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Lasix Off at Saratoga
By Nick Kling
The Troy Record
For the past 16 years, fans going to Saratoga Race Course have seen a big, black capital “L” in the past performances (PPs) of most Thoroughbreds entered to race. Some PPs have a black oval with a white L embedded inside. The black letter represents horses racing on lasix. The other is for horses racing on lasix for the first time. Only animals with neither symbol go to post without the diuretic. Lasix is used to purge water, lower blood pressure, and, hopefully, reduce the incidence of EIPH (bleeding) in Thoroughbreds. Depending on which “authority” you consult, anywhere from less than 2 percent to at least 90 percent of Thoroughbreds bleed. The gulf in numbers illustrates the controversy over its use.
Before the September 1995 legalization of raceday lasix in New York, zero percent of Thoroughbreds racing at Saratoga used the drug. It is now around 98 percent. The vast majority of the world's sporting authorities consider lasix as performance-enhancing. It's supporters in racing claim, no, it only allows the animal to perform to the best of its ability. The prevalence of lasix in 2-year-old racing may change this year at Saratoga. The reason? Breeders' Cup, Ltd. has declared juveniles racing in the 2012 Cup will not be allowed to receive the drug on race day. The Cup returns to Santa Anita this fall, a venue which can hit 90-plus degrees in early November. Since there are now five juvenile races in the Breeders' Cup, the ruling means dozens of the most talented 2-year-olds of the year will be affected. With seven-figure purses on the line, as well as potential Eclipse championships, horsemen must now consider their options. Should they run their stock on lasix leading up to the Cup, then withdraw it? Or, will it be a better strategy to race them lasix-free to determine how their horses perform? Few two-year-old races have been run in New York so far in 2012, and the evidence is mixed. For example, there are eleven juveniles entered in Thursday's race five at Belmont Park. Six are listed as getting lasix, the other five not. One of the trainers not giving lasix is Christophe Clement, a native of France where raceday lasix is banned. Another is Tom Albertrani, who has used lasix on 80 percent of his juveniles over the last five years, according to Daily Racing Form (DRF) Formulator Web. Albertrani's number sounds high until you compare it juvenile maven Todd Pletcher.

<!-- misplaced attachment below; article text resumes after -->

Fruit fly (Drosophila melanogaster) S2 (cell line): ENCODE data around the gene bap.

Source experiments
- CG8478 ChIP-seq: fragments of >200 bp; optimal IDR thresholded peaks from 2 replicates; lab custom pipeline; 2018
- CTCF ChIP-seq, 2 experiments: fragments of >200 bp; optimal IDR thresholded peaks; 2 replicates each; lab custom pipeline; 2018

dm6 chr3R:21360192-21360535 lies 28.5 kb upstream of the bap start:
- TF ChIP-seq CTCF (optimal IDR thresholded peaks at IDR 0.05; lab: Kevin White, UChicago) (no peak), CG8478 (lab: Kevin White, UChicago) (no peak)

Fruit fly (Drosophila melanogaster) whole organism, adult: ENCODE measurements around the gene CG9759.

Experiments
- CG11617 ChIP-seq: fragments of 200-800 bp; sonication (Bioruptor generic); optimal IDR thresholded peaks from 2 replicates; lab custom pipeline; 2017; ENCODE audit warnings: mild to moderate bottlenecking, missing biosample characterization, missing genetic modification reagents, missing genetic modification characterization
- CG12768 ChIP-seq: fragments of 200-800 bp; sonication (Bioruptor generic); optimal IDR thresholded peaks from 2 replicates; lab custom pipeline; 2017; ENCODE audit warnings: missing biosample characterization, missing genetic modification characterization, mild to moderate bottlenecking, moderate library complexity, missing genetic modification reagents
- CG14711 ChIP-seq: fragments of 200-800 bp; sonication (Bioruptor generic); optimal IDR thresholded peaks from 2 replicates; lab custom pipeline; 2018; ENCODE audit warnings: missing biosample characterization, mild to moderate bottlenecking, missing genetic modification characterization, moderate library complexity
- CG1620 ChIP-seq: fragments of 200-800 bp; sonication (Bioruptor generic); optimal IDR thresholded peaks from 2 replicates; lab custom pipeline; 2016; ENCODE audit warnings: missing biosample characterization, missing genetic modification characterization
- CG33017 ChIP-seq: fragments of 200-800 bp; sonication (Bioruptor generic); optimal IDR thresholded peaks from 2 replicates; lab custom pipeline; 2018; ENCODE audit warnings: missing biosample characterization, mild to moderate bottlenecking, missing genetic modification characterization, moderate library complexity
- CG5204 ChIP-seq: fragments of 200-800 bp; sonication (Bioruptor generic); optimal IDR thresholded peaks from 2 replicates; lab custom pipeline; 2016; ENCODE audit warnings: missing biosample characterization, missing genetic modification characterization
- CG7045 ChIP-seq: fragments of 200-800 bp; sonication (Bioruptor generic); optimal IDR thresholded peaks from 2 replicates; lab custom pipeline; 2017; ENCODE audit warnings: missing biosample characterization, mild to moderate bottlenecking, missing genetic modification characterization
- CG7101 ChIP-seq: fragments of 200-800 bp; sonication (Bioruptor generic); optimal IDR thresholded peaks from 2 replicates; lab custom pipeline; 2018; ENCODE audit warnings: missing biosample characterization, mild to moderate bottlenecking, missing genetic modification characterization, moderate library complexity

Pletcher, who has saddled 483 first-time starting juveniles over the five-year period, and had 1,243 2-year-old starts overall, treats an astonishing 99 percent with lasix.
The likelihood is that more two-year-olds will start at Saratoga in 2012 without the drug. In past years just a handful of top horsemen, Kiaran McLaughlin, Bruce Levine, Jimmy and Allen Jerkens, and Albertrani among them, unveiled horses lasix-free. It signaled the animal was out for educational purposes and not necessarily well-meant. It became a betting angle when those horses returned second-time out switching to lasix on. McLaughlin and Eoin Harty train for Darley Stable, and some like-minded owners not as prone to depend on the purported importance of lasix. Both have been racing juveniles without the drug for months, and are likely to extend the practice to Saratoga. The well-regarded owners' partnership known as Team Valor has been racing some of its juveniles with no lasix, under the stewardship of trainer Graham Motion. Prominent owner Bill Casner, who had Kentucky Derby success with Super Saver, has been campaigning several of his Thoroughbreds, including some older horses, without lasix. Anytime there is a significant shift in methodology, bettors get nervous. The Breeders' Cup decision and other moves away from lasix have spawned the notion that handicapping will become more difficult. Based on my observations of New York racing before the 1995 legalization, I believe those fears are unfounded. A simple guideline to follow is that high percentage trainers will continue to win with horses racing without lasix. Horsemen with experience in New York before 1995 already know what it is like. Smart, younger trainers whose apprenticeship began after 1995 will consult with veterans about animal management. There are lots of pre-lasix hands still around in New York to help. It is no accident most of the stables which win with juveniles, and first-time starters in particular, are top notch outfits. Think about it. You are taking a horse which, other than workouts not conducted at top speed, has never raced in structured competition. Not only must you get the horse physically fit, it must be fast enough to outrun its rivals, and/or professional enough to avoid racing greenly. If anything, handicapping could become easier without lasix. Why is that? Because lasix gives a crutch to trainers not as talented as the best in the profession. Top horsemen manage details. Hall of Fame trainer Leroy Jolley said recently he withheld added salt to the diet of his animals, the better to control their blood pressure. A former professional bettor with whom I'm acquainted stopped playing Finger Lakes several months after the introduction of lasix in New York. His reason? People never
before known to win many races began succeeding almost as often as the track's leaders. It made winnowing contenders from probable losers much more difficult.
Where ever you stand on the usage of lasix, there is no reason to fear races in which some entrants aren't getting the treatment. Closely watch the early results at the Spa, determine who is or isn't adapting, then proceed from there.
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